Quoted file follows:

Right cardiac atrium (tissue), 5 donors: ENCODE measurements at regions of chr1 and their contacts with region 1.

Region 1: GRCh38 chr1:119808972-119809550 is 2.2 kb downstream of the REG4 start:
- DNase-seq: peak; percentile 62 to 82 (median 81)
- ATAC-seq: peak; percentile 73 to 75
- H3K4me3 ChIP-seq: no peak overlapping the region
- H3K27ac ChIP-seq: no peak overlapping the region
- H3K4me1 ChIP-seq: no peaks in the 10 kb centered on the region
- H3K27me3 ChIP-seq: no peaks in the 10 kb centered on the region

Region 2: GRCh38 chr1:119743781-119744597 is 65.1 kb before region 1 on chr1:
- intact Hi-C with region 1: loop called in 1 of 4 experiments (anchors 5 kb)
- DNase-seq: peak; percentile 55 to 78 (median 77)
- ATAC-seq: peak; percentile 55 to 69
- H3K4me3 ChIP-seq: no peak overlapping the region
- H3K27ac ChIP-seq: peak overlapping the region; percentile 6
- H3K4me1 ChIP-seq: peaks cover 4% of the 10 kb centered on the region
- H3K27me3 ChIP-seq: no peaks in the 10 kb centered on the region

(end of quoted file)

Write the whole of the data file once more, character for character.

Right cardiac atrium (tissue), 5 donors: ENCODE measurements at regions of chr1 and their contacts with region 1.

Region 1: GRCh38 chr1:119808972-119809550 is 2.2 kb downstream of the REG4 start:
- DNase-seq: peak; percentile 62 to 82 (median 81)
- ATAC-seq: peak; percentile 73 to 75
- H3K4me3 ChIP-seq: no peak overlapping the region
- H3K27ac ChIP-seq: no peak overlapping the region
- H3K4me1 ChIP-seq: no peaks in the 10 kb centered on the region
- H3K27me3 ChIP-seq: no peaks in the 10 kb centered on the region

Region 2: GRCh38 chr1:119743781-119744597 is 65.1 kb before region 1 on chr1:
- intact Hi-C with region 1: loop called in 1 of 4 experiments (anchors 5 kb)
- DNase-seq: peak; percentile 55 to 78 (median 77)
- ATAC-seq: peak; percentile 55 to 69
- H3K4me3 ChIP-seq: no peak overlapping the region
- H3K27ac ChIP-seq: peak overlapping the region; percentile 6
- H3K4me1 ChIP-seq: peaks cover 4% of the 10 kb centered on the region
- H3K27me3 ChIP-seq: no peaks in the 10 kb centered on the region